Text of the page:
I just tweeted about that, CM. It’s simply appalling. While I favor lots of privatization, prisons have an epic catastrophe.

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  4. Mississippi Yankee says:

    You sure you’re not really from Louisiana?

    No but I convalesced there for 14 months when I broke my neck and my youngest was born there in Baton Rouge.

    Louisiana’s incarceration rate is nearly triple Iran’s, seven times China’s and 10 times Germany’s.

    Just goes to prove a length of rope, or sharp scimitar (Iran) of a single bullet (billed to the perpetrator’s family (China) is much cheaper than arrest to grave benefits. A theocracy and a communist paradise. Germany (and I’m not sure why it is included) deports… east and southeast for the most part.

    But this paragraph was perfectly frigging precious:

    The hidden engine behind the state’s well-oiled prison machine is cold, hard cash. A majority of Louisiana inmates are housed in for-profit facilities, which must be supplied with a constant influx of human beings or a $182 million industry will go bankrupt.

    Don’t you ever,ever blame another human being for knocking you for biased links. The Times-Picayune,really, how does the Daily Kos and Democrat Underground feel about it.

    I just tweeted about that, CM. It’s simply appalling.

    I knew you’d cry , I just goddamn knew it. You ran out of Iraqis and Taliban so you turn your are-old rant to home.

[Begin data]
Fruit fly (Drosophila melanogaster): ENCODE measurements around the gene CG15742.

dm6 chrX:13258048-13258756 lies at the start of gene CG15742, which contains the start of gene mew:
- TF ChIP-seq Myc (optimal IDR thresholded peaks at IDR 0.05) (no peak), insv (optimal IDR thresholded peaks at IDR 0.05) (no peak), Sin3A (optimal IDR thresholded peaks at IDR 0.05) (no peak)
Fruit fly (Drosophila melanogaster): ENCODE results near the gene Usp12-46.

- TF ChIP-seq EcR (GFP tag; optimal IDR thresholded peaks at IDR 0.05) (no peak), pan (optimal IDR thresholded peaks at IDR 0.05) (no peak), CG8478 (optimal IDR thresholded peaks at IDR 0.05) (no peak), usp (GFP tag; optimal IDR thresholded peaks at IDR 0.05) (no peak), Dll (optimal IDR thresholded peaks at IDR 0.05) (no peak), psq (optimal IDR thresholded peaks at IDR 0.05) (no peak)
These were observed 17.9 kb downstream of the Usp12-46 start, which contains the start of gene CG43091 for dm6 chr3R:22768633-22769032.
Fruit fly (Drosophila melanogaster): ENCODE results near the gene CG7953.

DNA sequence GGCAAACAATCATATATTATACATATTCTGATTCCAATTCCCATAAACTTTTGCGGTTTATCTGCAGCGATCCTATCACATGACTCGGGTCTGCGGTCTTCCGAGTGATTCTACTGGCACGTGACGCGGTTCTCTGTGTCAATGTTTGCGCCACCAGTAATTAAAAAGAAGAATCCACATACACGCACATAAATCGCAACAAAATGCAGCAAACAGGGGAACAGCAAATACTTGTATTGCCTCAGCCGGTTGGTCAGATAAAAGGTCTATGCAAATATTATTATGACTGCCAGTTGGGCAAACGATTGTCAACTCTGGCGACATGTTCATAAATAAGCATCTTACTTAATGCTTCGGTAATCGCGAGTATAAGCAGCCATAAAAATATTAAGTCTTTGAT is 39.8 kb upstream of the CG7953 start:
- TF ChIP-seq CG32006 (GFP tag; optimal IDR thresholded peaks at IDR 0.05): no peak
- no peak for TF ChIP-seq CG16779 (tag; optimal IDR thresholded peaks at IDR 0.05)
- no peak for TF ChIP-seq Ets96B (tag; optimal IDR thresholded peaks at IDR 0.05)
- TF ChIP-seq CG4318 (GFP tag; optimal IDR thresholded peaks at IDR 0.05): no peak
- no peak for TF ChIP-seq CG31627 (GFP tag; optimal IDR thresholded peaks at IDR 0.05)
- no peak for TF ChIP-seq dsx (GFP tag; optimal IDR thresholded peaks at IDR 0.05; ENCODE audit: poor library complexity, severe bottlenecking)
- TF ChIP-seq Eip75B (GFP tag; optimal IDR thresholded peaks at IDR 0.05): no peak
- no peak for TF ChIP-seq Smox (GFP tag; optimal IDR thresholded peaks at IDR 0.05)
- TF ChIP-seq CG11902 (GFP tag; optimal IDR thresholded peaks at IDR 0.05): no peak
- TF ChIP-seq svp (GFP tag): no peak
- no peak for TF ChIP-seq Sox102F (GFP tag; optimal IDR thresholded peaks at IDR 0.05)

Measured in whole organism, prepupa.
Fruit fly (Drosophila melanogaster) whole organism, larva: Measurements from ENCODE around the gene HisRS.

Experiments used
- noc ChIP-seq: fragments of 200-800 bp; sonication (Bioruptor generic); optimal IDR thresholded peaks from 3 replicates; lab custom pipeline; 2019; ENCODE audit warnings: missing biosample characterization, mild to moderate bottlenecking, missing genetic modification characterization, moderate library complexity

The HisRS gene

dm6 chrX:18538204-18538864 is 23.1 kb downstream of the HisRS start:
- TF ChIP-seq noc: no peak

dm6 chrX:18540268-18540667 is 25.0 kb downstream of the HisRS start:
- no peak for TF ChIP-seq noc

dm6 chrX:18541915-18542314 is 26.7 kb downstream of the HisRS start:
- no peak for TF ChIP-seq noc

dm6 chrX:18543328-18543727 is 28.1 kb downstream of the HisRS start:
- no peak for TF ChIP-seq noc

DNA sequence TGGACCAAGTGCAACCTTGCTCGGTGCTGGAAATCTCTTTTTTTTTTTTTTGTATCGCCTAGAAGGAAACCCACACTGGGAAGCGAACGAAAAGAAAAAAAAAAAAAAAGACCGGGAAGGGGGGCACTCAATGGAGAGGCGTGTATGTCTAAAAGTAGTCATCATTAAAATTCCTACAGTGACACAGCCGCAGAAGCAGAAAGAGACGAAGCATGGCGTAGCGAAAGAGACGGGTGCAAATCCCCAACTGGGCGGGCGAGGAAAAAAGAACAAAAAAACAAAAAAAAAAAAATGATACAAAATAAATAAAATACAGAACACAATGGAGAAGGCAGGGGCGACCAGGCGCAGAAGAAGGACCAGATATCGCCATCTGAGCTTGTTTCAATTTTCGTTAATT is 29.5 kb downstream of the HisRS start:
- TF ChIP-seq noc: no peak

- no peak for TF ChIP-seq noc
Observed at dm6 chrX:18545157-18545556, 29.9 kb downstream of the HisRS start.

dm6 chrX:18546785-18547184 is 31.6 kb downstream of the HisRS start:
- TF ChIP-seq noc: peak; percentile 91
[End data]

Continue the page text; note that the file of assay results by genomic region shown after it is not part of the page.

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  5. mrblume says:

    Germany (and I’m not sure why it is included) deports… east and southeast for the most part.

    I’m not even sure what that is supposed to mean. Germany has a very lenient justice system. For example, life in prison without parole is unconstitutional on human rights grounds. A five year mandatory sentence in the US is a five your maximum sentence in Germany, and a five your maximum essentially means that for a first time offence you’ll likely receive a suspended sentence.

    So to be clear, where you choose to pay to feed a person for 5 years (and destroy his life, but let’s focus on the important things), Germany can instead put a hundred kids through college.

    In fact I’d bring back ‘working’ penal colonies. That way IF this happens again you’ll come home looking fabulous! See I’m talking physical labor, maybe even chain gangs.

    I’ll leave the snark for once. I’m not going to hide that I’m a bleeding heart liberal. And if you want to be though on serious, violent crimes, I even understand. But murderers and child molesters are NOT the reason for the immense prison population, and not the reason why US has the worst criminal justice system in the western world. It’s the 40 year sentences for drug-possession, and ridiculous mandatory minimums on so many non-violent crimes (also, other things).

    To refuse to recognize that the interests of for-profit prison corporations do not align with the public good is to believe that the higher the sentence, the better, period. And while that flies into the face of every sensible definition of “justice”, I’m sure it’s exactly what you believe.

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  6. Kimpost says:

    MY, the caricature…

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  7. Mississippi Yankee says:

    MY, the caricature…

    Ah yes the new lefty boys meme. Wassamatta Kim, you tired of dancing around the issues.